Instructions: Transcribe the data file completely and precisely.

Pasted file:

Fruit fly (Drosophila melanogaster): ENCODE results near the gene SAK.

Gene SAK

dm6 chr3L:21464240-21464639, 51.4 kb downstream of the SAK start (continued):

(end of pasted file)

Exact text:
Fruit fly (Drosophila melanogaster): ENCODE results near the gene SAK.

Gene SAK

dm6 chr3L:21464240-21464639, 51.4 kb downstream of the SAK start (continued):